Parent Teacher Conferences

I promised in the previous report card entry that I would write about parent-teacher conferences or PTC’s as some parents, teachers, and school administrators call them.

Here are some tips for parents in order to use their time efficiently while meeting with their children’s teachers.

1. Go To The Conference – I know that might sound silly, but the plain truth is that most parents don’t bother to go the meetings. Your child’s education is worth the hour or two it takes to attend a parent-teacher conference.

It’s also true that most of the parents that do attend are the ones who least need to be there because their children tend to do better academically and behaviorally.

However, all parents should attend, even those whose children are excelling in every area if no other reason than to provide positive reinforcement to the kids and to show support for the teaches. Also, you might find out that there are things the kids could improve upon that you didn’t even know were problems.

2. Be Prepared – Teachers will naturally have a list of specifics to discuss for each child. Parents should also come prepared with topics they would like to cover in the meeting.

3. Be Considerate Of Other Parents – If it seems like the discussions of your child’s issues could become in depth, use the original PTC as an introductory meeting and make plans for a longer session at a later time in which you can meet with that teacher or multiple teachers at one time when other parents aren’t lingering outside the door waiting for their turn.

4. Be Respectful, But Not Intimidated – Some parents, especially those that haven’t been in school or classroom in a while, can get overwhelmed with memories of their own bad experiences in school and suddenly get tongue-tied as if they were errant schoolchildren who didn’t do their homework!

If this happens to you, relax and remember that you and the teacher on the same side – working for what’s best for your child.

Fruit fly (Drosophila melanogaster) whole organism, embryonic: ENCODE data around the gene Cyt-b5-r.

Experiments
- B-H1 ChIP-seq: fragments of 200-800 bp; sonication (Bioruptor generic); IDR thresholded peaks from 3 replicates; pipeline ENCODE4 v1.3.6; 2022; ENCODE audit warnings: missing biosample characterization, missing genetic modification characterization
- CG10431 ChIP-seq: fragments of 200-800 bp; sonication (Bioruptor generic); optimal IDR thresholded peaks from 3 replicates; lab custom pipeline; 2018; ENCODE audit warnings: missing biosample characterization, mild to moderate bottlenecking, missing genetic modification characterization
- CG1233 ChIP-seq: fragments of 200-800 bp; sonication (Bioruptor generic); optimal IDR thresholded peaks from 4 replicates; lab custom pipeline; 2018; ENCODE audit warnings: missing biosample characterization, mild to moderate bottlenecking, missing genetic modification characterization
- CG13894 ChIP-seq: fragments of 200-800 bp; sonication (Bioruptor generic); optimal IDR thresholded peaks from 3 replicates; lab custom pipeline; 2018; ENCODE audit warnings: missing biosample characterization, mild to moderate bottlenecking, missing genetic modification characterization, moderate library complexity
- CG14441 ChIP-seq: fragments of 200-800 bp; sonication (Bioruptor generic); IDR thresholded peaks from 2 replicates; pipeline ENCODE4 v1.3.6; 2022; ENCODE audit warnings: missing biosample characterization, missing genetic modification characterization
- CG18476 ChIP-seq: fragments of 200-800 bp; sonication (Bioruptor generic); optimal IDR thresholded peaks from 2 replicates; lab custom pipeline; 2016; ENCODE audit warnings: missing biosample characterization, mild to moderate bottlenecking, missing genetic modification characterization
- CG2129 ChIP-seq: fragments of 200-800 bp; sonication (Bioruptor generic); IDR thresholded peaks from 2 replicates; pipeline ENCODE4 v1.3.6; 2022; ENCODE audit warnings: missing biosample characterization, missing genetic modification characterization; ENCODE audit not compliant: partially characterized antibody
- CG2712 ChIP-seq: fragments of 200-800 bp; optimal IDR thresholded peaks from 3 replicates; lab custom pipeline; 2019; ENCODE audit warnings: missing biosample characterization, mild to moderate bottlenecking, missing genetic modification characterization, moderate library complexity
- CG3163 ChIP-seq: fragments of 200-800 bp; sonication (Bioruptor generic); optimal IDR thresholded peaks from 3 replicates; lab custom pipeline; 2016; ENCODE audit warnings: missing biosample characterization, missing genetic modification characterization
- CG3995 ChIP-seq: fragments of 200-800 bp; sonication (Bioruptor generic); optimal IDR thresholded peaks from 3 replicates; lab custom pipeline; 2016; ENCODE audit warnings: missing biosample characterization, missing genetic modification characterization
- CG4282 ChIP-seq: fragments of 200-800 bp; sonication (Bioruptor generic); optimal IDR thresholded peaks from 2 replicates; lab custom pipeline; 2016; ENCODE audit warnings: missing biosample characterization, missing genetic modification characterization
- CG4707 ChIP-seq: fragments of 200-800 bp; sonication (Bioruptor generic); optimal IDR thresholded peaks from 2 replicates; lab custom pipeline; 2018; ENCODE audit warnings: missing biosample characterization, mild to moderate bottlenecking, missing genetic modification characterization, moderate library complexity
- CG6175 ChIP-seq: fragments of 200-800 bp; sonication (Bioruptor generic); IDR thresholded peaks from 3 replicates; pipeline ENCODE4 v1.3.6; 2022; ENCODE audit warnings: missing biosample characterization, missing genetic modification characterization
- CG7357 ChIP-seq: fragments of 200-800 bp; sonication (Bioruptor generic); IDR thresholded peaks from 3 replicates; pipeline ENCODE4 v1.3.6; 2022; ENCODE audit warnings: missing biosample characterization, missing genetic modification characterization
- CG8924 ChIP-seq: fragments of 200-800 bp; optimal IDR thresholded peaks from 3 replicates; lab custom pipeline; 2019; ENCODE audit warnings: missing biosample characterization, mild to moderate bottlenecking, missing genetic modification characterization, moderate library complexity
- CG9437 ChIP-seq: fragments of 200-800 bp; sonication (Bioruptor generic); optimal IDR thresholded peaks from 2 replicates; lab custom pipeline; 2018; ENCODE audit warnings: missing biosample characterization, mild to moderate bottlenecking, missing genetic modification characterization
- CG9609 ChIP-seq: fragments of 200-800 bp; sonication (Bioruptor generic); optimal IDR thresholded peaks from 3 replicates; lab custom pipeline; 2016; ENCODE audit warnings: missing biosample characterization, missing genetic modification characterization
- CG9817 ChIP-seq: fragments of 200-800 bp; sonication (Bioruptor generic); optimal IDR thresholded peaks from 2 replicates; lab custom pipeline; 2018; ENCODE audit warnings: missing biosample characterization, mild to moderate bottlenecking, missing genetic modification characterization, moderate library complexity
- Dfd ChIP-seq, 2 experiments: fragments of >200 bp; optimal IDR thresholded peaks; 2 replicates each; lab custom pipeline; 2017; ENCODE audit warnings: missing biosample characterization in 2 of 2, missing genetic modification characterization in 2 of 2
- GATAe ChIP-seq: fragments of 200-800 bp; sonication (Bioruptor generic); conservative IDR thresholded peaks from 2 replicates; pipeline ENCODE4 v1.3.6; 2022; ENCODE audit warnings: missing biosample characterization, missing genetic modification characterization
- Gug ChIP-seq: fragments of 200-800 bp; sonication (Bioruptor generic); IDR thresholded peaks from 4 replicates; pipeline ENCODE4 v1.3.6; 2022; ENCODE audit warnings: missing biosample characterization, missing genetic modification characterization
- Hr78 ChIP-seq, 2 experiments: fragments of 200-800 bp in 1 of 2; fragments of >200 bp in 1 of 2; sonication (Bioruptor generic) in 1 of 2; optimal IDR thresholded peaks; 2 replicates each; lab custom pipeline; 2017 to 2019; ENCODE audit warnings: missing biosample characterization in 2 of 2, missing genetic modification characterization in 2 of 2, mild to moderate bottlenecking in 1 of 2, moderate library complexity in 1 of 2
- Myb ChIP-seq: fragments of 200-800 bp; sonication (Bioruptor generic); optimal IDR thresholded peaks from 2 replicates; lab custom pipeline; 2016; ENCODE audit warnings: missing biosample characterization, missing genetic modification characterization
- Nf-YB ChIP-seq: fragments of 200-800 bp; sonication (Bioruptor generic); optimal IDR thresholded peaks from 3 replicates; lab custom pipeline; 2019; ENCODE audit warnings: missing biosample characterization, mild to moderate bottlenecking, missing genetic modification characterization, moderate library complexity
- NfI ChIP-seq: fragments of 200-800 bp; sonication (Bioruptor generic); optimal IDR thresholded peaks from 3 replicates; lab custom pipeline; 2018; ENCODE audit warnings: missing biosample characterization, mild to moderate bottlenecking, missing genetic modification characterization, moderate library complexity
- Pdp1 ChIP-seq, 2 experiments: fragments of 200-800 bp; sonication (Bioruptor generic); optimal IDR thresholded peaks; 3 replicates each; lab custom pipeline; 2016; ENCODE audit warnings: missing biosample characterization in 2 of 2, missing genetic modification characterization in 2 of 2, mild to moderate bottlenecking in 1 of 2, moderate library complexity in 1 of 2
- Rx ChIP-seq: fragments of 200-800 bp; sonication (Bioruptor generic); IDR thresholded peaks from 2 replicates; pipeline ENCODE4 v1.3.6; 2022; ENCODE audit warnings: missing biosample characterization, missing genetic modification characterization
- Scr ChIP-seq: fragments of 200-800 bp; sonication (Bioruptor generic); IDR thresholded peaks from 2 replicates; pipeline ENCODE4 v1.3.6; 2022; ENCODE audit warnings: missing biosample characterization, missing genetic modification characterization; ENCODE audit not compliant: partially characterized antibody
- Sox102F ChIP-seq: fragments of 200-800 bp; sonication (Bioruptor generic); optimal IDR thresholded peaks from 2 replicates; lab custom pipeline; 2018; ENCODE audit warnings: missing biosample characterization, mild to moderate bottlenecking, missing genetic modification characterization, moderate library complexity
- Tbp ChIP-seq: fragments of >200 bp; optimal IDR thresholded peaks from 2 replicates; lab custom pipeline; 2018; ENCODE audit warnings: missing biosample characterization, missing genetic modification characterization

Dunkin Donuts Gingerbread Cookies Review

Longtime readers might remember my (too long neglected) Is It Worth It category in which I do consumer reviews on items and companies. Two very popular entries in that series were reviews of the Dunkin Donuts Flatbread Sandwiches and their lower calorie cousins, the DD Smart Flatbread Sandwiches. As detailed in the original entries, the sandwiches I had tried earned my WORTH IT rating. Just talking about those sandwiches makes me want to get one!

Unfortunately, I can’t say the same about the new Dunkin Donuts Gingerbread Cookies.

First, let’s look at the positive points about the cookies.

– They are nicely shaped as gingerbread men.
– They are a large size.
– The decorative icing is placed well.
– The cookies were soft with a good consistency.

With all those compliments, you might be wondering what I didn’t like about the gingerbread cookies.

It was the most important criterion – the taste – or more accurately, the lack thereof. I purchased two cookies and neither one had any taste at all! They were completely bland I know it’s a cliché, but they tasted like cardboard.

I immediately wondered if they had actually put any ginger, cinnamon, or other spices in the mix! I also would have expected the cookie to at least taste sweet considering the sugar in the cookie dough as well as in the icing.